Keeping it 100: A story of flu, football and Dr. Phil
The game shouldn’t have happened.
It’s Nov. 23, 1968, and a measly 3-7 Tulsa Golden Hurricane team enters the Astrodome to play to the No. 11-ranked Houston Cougars. As the last game of the season, Tulsa will try to salvage its pride while Houston is looking to build on a 5-1-2 record ahead of a potential bowl game.
Head coach Bill Yeoman has the Cougars cooking late in the season and the team is fresh off of a 77-3 win against Idaho a week earlier. Although Thanksgiving is still five days away, the Cougars are preparing to serve a performance that will not settle well in the already churning stomachs of Tulsa: a 100-6 defeat.
The 94-point loss can probably – or definitely – be attributed to a virus that spread rampant through Tulsa’s athletic dorm the week before the game. Many key players were forced to stay behind as a mix-match of able-bodied athletes embarked to the Bayou City. By the time the team pulled up to the back doors of the Astrodome, even more had fallen ill.
”We should never have played,” then-Tulsa head coach Glenn Dobbs recalled 17 years after the troubling defeat. “We took the doctor on the plane with us, and he told me the boys wouldn’t be able to do a thing. But I just never liked backing out. They tried to act energetic, but they were so weak. My sons Glenn III and John, backup quarterbacks, were on the team, and their eyes were glazed with fever.”
Call it admirable, or gutsy, but the Golden Hurricane trotted out for the opening kickoff down 15 starters against the top-ranked offense in the country. Players with only the strongest of immune systems remained unaffected by this point, and you can imagine the mental state of this group.
Luckily for them, Phil McGraw, whom you may know better by his show business name, “Dr. Phil,” was a jack-of-all-trades member of the flu-stricken Tulsa team.
Before he began his day job mediating unruly teenagers with a zest to fight their mothers outside, the Oklahoma native actually dabbled in NCAA football. In a Sept. 9, 2013, interview with David Letterman on The Late Show, McGraw recounted his experience that unfortunate night:
McGraw: I played for University of Tulsa, and I was there the year that we got beat by Houston a hundred to six.
Letterman: Woah, 100 to six? What position did you play?
McGraw: Well, I was a middle linebacker and a tight end and just kinda any — I mean, at halftime, I was lookin’ out the ear hole of my helmet, so I don’t know where I was playin’.
Letterman: So you helped out on that defensive effort?
McGraw: Boy, I shut ’em down, I tell ya. Nobody breaks a hundred on me.
All things considered, the first quarter went well.
Tulsa trailed 14-0, but given the circumstances of the evening, things could have been far worse.
“You may not believe this, but we thought we could stay right with them,” Dick Miller lamented to the Orlando Sentinel years later. ”We only brought two defensive linemen, and one of those passed out in the locker room with 102-degree fever. It was a patchwork team, but we thought if we could stay within a couple touchdowns, we might get lucky.”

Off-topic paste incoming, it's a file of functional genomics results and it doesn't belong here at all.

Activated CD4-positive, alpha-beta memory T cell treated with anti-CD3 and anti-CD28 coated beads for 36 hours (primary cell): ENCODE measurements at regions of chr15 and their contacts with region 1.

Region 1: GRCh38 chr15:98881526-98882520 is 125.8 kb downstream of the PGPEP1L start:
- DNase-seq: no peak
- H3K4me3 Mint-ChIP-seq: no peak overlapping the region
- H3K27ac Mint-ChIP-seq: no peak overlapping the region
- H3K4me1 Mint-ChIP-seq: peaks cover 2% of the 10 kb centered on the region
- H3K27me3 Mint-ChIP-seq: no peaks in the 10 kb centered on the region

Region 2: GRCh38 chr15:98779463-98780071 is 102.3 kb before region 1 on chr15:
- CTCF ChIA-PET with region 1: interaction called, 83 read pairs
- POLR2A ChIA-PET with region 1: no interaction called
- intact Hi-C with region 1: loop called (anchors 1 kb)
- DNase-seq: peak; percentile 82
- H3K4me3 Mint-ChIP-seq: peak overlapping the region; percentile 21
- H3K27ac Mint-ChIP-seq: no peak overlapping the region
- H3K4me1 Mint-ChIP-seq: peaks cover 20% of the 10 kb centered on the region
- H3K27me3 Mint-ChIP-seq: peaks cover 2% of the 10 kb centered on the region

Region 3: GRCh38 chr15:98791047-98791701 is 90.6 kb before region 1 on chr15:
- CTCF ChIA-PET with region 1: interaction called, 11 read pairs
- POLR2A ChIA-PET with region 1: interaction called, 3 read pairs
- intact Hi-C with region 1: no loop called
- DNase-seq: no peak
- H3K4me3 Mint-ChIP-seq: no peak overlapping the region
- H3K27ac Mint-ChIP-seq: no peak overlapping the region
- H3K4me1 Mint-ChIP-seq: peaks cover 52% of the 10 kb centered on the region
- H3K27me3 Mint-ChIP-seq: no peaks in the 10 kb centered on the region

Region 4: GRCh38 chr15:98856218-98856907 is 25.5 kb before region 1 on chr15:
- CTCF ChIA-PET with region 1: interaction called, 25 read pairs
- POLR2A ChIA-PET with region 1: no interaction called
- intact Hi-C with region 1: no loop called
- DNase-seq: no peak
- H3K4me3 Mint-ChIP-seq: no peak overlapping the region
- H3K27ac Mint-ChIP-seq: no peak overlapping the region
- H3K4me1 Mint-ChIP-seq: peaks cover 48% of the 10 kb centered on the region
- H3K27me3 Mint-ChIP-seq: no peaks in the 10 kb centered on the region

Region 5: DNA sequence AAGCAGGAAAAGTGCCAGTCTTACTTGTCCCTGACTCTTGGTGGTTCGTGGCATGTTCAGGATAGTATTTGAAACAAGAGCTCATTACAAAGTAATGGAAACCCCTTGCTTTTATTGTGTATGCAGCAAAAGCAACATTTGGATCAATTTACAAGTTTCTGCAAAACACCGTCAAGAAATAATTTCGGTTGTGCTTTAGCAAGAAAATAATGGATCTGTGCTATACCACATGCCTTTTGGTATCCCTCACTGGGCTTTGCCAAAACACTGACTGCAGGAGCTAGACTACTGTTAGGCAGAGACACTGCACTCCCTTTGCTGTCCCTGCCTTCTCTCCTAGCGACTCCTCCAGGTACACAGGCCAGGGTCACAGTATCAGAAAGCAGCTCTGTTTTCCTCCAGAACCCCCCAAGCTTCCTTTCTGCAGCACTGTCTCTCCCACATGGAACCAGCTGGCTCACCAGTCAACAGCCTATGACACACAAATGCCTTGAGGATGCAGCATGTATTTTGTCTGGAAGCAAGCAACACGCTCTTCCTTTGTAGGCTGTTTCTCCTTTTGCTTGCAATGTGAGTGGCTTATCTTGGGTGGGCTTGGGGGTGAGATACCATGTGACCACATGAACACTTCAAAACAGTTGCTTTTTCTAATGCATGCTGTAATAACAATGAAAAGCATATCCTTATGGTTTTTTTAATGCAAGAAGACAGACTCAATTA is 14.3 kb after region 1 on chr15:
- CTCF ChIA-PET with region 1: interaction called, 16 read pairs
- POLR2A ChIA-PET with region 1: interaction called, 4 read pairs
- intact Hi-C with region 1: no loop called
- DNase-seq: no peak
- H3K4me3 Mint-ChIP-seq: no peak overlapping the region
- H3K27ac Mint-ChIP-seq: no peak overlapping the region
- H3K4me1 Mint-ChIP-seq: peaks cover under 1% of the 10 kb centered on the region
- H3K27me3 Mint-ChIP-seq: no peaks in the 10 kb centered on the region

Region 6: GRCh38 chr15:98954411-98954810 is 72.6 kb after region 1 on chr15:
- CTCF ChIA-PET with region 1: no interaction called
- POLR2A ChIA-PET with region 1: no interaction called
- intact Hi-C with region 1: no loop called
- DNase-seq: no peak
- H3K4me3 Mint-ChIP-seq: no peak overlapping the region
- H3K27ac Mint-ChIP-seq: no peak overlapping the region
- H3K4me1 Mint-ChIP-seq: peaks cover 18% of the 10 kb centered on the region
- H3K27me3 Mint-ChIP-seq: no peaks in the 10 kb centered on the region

Well, they didn’t.
In the second quarter, Houston increased its 14-point lead to 24, still without a score from Tulsa.
Regardless, both teams had to have headed to the locker room satisfied with the first half’s outcome.
It took a valiant effort for Tulsa to return to the field following the intermission as they presumably carried with them significant fevers, unrelenting nausea and the typical wear-and-tear that comes with playing 30 minutes of college football.
Not only did Dobbs’ team return for the remaining half hour, his son – Dobbs III – found a receiver for a 14-yard passing score to open the third. The extra point sailed wide right, but it appeared for a moment that Tulsa’s dignity had been salvaged.
That is, until Houston got the ball.
Yeoman’s signature Veer offense proceeded to rattle off four touchdowns to finish off the third quarter with a 51-6 lead. With that, the starters exited the game to prevent showboating and injuries, but it didn’t make a difference.
Whether on purpose or by accident, the Cougars absolutely dismantled the Golden Hurricanes in the fourth quarter. The unprecedented offensive outburst has since become a subject of much debate and scrutiny in determining what proper blowout etiquette should look like.
The Cougars rattled off six more TD’s to begin the fourth, a welcomed sight by whoever remained of the 34,089 in paid attendance.
Up 93-6 with less than a minute left in the abomination, Tulsa was forced three-and-out deep inside its own territory. The punt sailed into the outstretched arms of the Houston returner Mike Simpson who, to the surprise of everyone, did not call for a fair catch.
Instead, the opportunistic Simpson seized the moment and took the ball to the house to put his team up 99-6, just an extra point away from the century mark.
According to a fan who was in attendance, chants of “make that kick!” filled the stadium as onlookers were keenly aware of what was at stake. The kick sailed through the uprights, and the place erupted.
Putting scrutiny aside, the events that unfolded that night were nothing short of bizarre, and no team has reached or given up 100 points since.
Still, just a few questions remain.
Did Yeoman try to run up the score? Maybe. Should the Cougars have been content with 93? Probably. Did the damaging mental effects of a 94-point loss lead McGraw into the field of psychology?
That, my friends, we may never know.